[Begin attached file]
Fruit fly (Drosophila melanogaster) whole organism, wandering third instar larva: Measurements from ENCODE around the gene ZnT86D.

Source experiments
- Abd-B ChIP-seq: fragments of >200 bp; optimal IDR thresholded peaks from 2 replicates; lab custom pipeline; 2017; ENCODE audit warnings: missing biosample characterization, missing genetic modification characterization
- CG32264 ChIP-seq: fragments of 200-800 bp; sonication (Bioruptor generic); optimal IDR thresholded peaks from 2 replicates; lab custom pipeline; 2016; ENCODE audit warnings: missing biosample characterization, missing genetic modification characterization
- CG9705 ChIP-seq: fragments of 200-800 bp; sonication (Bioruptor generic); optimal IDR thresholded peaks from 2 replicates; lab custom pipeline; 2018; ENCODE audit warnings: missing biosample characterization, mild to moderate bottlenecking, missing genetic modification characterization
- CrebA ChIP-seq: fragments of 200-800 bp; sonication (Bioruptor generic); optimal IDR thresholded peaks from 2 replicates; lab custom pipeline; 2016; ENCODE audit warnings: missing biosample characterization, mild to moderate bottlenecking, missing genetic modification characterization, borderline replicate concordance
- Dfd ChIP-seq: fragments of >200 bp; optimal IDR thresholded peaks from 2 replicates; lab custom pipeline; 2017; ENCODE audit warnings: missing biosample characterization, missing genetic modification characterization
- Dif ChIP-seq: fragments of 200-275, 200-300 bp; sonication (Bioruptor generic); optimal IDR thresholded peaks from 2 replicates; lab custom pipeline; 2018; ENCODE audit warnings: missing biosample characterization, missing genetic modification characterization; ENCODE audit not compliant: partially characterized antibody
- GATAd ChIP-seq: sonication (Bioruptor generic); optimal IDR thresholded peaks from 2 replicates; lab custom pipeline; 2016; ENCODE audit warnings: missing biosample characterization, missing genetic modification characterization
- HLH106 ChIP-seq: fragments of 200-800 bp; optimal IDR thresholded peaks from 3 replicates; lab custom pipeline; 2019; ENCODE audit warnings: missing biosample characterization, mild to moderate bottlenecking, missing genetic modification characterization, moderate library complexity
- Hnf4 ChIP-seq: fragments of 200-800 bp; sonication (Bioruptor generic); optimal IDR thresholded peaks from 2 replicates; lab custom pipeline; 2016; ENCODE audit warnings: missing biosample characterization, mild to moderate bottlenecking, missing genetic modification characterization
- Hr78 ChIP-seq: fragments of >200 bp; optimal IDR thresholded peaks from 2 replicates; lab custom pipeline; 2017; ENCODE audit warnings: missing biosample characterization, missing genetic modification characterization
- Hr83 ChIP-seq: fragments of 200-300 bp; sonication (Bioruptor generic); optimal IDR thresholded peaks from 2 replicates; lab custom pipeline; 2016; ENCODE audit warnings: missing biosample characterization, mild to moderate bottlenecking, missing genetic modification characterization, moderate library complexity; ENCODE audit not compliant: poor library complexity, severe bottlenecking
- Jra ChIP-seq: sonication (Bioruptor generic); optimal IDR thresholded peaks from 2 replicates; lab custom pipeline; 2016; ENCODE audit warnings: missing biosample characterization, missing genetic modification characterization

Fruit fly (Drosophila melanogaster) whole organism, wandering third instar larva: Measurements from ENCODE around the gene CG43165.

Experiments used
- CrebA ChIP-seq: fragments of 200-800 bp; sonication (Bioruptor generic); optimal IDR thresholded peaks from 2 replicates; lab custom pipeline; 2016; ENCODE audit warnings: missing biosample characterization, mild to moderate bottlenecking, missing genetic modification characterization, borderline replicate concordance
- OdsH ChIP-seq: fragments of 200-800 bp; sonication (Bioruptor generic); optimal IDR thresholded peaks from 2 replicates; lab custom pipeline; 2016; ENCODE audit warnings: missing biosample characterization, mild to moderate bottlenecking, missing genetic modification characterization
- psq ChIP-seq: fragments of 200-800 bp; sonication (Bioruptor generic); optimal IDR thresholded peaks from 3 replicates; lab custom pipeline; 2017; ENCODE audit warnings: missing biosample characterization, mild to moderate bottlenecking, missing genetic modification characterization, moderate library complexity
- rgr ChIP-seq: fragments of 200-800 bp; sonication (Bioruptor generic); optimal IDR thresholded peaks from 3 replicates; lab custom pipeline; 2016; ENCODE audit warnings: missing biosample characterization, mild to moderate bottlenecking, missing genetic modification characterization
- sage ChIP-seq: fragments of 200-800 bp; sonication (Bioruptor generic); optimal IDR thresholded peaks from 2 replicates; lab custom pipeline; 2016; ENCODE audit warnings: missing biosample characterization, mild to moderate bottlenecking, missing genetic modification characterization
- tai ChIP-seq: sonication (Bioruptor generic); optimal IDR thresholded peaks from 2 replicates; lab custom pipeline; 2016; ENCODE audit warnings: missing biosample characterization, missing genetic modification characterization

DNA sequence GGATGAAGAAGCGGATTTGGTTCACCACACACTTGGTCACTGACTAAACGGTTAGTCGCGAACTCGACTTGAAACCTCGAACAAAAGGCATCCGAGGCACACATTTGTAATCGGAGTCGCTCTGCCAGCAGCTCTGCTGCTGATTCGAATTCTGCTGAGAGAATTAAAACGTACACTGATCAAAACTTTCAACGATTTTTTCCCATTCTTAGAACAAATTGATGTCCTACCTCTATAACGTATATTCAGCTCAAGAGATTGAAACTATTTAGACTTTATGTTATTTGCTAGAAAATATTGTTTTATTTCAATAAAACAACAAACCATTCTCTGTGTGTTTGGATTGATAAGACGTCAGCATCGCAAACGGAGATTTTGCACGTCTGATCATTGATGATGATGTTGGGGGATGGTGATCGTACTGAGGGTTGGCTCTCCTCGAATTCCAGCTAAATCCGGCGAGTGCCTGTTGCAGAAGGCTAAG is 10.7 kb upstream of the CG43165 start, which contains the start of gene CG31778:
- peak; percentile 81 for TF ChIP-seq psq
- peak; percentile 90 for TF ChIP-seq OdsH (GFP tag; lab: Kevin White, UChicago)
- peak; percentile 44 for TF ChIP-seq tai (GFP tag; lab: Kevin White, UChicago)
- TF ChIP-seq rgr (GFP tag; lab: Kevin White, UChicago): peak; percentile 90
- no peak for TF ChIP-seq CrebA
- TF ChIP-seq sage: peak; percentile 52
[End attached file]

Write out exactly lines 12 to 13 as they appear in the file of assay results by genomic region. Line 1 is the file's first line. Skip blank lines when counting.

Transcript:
- Hr78 ChIP-seq: fragments of >200 bp; optimal IDR thresholded peaks from 2 replicates; lab custom pipeline; 2017; ENCODE audit warnings: missing biosample characterization, missing genetic modification characterization
- Hr83 ChIP-seq: fragments of 200-300 bp; sonication (Bioruptor generic); optimal IDR thresholded peaks from 2 replicates; lab custom pipeline; 2016; ENCODE audit warnings: missing biosample characterization, mild to moderate bottlenecking, missing genetic modification characterization, moderate library complexity; ENCODE audit not compliant: poor library complexity, severe bottlenecking